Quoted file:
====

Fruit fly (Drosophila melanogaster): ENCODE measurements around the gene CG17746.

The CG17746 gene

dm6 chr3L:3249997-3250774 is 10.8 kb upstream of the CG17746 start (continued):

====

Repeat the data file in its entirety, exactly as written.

Fruit fly (Drosophila melanogaster): ENCODE measurements around the gene CG17746.

The CG17746 gene

dm6 chr3L:3249997-3250774 is 10.8 kb upstream of the CG17746 start (continued):